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Bermuda seed varieties and value

Posted by BFranksATX 8a (My Page) on
Wed, Mar 5, 14 at 10:10

I am trying to gather supplies to get my .5 acre lawn renovated for this year while on a tight budget. I want to purchase some quality Bermuda seed but the improved varieties are expensive. I do not want to waste money on cheap seed and end up where I started with a lawn full of weeds and I don't want pasture looking grass. The local grass store is selling hulled common Bermuda for $10/lb and online I can get coated and unhulled majestic for $4.25/lb. Which is a better buy? I want to do it as right as possible without spending a small fortune on seed. I am not expecting perfection just a solid starting point I can work with over the next year to keep improving it.


Follow-Up Postings:

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RE: Bermuda seed varieties and value

First of all you are at least 4 months early in executing your plan. You can plan all you want to renovate bermuda in the spring, but if you act on the plan now, you will be severely disappointed for the next 8-12 weeks. Bermuda needs very warm soil and air temps to germinate. Typically you don't see those temps until late May to early June. Of course you can buy the seed in January, but they don't tell you it won't germinate. This happens every (EVERY) spring. In a week or two someone will write in to ask why their new bermuda seed is not coming in. EVERY SPRING.

Secondly you should understand that any variety of seeded bermuda is going to be under the general classification of "common" bermuda. To me, one variety of common is a bad as the other, but I know others who have very serious preferences. But they are all still common. The various coatings add poundage but don't help with coverage. But how many seeds do you need to sprout? It's bermuda, and it's going to take over anyway. Hybrid bermuda is only available as sod. When you buy sodded bermuda, most (if not all) is going to be Tif 419 because it spreads like wildfire and growers love it - instant yard. Common bermuda is considered to be a noxious weed to hybrid bermuda fans. You have probably already looked into sodded bermuda and abandoned the idea due to the cost to cover your area. But wait! Check this out...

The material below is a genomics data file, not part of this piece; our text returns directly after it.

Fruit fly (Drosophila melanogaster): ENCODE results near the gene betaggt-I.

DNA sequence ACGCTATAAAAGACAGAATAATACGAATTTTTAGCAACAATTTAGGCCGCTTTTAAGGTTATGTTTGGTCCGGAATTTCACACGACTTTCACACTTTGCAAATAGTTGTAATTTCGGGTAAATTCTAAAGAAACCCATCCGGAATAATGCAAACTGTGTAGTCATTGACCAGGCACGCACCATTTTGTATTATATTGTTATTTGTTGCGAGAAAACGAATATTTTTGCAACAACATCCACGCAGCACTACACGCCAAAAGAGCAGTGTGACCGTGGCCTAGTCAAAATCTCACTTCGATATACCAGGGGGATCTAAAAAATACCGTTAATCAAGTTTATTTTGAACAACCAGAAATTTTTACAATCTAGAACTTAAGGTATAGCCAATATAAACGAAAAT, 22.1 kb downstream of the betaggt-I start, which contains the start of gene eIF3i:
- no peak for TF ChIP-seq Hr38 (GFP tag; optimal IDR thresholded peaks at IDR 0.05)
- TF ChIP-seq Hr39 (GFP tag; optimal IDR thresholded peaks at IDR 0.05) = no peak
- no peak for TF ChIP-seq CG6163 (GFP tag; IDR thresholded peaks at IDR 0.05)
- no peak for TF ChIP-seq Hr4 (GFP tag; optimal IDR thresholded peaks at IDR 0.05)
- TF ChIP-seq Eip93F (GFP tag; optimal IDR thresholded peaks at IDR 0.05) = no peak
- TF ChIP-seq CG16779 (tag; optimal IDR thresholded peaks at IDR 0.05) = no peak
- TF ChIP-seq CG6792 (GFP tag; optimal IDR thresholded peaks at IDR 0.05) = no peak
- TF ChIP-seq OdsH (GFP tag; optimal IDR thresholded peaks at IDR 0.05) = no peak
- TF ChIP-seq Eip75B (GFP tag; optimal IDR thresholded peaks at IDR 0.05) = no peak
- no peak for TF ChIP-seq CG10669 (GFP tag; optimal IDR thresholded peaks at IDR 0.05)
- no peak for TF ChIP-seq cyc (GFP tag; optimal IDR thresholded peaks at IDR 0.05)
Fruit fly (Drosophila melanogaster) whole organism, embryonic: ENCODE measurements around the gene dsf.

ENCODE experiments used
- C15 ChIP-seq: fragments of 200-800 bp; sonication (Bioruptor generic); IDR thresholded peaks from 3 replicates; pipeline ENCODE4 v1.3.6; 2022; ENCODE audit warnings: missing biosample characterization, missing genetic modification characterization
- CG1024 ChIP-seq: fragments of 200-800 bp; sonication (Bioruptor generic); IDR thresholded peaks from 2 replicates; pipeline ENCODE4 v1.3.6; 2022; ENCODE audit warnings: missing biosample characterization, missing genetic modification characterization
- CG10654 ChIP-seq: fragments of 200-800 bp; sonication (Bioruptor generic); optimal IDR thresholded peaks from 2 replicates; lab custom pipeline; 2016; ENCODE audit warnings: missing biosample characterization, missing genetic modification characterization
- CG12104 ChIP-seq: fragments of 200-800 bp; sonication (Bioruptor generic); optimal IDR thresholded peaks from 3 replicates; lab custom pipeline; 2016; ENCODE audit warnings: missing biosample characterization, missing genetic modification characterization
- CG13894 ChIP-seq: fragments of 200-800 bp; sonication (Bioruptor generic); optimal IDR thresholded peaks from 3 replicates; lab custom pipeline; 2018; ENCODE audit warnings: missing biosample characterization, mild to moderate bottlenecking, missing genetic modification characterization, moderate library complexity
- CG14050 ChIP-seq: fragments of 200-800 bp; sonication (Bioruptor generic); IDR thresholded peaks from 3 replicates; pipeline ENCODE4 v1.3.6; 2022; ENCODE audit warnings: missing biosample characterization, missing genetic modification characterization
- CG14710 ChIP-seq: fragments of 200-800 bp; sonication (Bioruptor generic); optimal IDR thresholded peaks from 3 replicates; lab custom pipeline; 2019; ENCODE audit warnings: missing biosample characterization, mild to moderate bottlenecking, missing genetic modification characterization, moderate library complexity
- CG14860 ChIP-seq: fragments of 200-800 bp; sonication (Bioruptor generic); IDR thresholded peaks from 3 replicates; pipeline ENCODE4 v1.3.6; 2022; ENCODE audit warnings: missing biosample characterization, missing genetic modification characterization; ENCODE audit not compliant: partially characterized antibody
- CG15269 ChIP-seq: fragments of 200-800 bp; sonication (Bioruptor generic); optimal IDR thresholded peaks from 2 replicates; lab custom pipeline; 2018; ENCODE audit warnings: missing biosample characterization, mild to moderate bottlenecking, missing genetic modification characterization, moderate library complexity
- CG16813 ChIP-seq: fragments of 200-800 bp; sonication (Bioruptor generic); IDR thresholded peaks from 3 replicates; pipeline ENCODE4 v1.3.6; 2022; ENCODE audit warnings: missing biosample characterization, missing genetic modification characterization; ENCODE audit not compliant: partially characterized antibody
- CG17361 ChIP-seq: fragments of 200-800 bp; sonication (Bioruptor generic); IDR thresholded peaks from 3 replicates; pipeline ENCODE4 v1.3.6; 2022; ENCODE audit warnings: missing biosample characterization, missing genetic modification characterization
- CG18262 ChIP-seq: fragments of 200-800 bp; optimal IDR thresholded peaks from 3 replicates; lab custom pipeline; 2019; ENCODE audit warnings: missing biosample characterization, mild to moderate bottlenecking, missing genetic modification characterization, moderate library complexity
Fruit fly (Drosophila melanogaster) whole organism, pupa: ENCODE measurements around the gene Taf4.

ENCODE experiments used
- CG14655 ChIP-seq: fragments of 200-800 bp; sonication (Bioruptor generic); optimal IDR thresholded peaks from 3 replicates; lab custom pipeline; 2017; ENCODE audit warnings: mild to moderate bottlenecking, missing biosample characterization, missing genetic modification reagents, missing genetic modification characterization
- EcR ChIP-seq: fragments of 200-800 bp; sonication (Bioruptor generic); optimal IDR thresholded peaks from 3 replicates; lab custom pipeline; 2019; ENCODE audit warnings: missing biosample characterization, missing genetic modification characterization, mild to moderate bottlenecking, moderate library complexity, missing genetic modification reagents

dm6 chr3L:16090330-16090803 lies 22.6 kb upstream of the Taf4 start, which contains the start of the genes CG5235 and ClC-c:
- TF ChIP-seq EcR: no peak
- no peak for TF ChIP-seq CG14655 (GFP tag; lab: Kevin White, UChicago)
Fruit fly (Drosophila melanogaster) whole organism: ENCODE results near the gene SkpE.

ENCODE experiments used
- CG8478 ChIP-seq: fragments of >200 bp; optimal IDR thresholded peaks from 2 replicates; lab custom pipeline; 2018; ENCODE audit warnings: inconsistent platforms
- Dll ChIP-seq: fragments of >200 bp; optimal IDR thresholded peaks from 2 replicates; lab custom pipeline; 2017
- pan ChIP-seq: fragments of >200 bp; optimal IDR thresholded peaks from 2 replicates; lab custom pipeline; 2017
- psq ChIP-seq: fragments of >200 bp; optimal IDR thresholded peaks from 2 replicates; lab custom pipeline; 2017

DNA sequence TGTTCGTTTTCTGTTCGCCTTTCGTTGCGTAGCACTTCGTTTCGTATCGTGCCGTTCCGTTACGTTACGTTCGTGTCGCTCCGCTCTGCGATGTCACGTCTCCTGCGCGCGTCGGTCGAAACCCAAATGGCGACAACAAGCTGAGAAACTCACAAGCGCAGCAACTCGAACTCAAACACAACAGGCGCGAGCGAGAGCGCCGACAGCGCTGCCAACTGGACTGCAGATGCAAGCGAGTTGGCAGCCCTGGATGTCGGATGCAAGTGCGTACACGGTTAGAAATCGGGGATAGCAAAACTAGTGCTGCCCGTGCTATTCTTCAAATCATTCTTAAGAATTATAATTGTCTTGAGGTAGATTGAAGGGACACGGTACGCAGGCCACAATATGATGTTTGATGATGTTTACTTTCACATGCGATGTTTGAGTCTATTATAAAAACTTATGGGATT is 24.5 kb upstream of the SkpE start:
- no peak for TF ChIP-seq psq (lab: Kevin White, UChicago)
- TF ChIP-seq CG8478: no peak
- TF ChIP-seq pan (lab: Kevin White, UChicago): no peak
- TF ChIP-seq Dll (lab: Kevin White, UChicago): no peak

Search this forum for the post by SimonR about sprigging or stolonizing his lawn. Everyone should know that any piece of bermuda root or a runner can take root and spread. What SimonR did was to buy a few pieces of excellent hybrid sod, wash off the soil, chop up the remaining grass into pieces, and scatter the pieces over his yard. Then he covered those lightly with topsoil and watered. GENIUS! In a few weeks he had an entire yard full of the expensive stuff for a fraction of the cost. Check it out. But if you get interested in doing that, wait until May. SimonR did it in December because he lives in Australia (summertime).


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RE: Bermuda seed varieties and value

Thanks dchall. I know I'm early, but 4 months? I thought April 15 was the start planting date for Bermuda here?

I have plenty of leveling, digging, stump grinding, and fence repair to do in the next month and a half to keep busy. I am new to proper lawn care practices so I don't always know what questions to ask or when to ask them.

So I was unaware that I could have a tif419 lawn without spending a small fortune on sod and now I am intrigued. Two pallets of sod would be the same price as 50lbs of common Bermuda seed.

I really do not want to kill everything and start over. Would plugging be a good option? How fast does this stuff spread across a lawn? Are there any affordable tools that can help me get this done alone?


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RE: Bermuda seed varieties and value

You can't mix common with hybrid without it looking weedy. If you don't want to start over, then wait and do the seed. It was just a suggestion. Everyone has a different budget, both time and money, for their lawn hobby/chore.

I don't know how much sod SimonR started with to cover his yard. He has a small yard, though. I would think just a few pieces would be all he used. He started out with scissors to cut his grass into pieces and ended up using a small electric chipper. I would think a powered hedge trimmer tool would work. Watch your fingers. Is that what you were asking about? tools?

Bermuda spreads fast. In a month in full sun it would be expected to get full coverage. It might not be perfectly dense, but it would cover.

You can seed in April if you want. We'll be here in May ready to answer your questions about why it did not germinate. I've been on several lawn forums for 12 years and someone does it every year. I live considerably further south from you and I would not seed bermuda until mid May.


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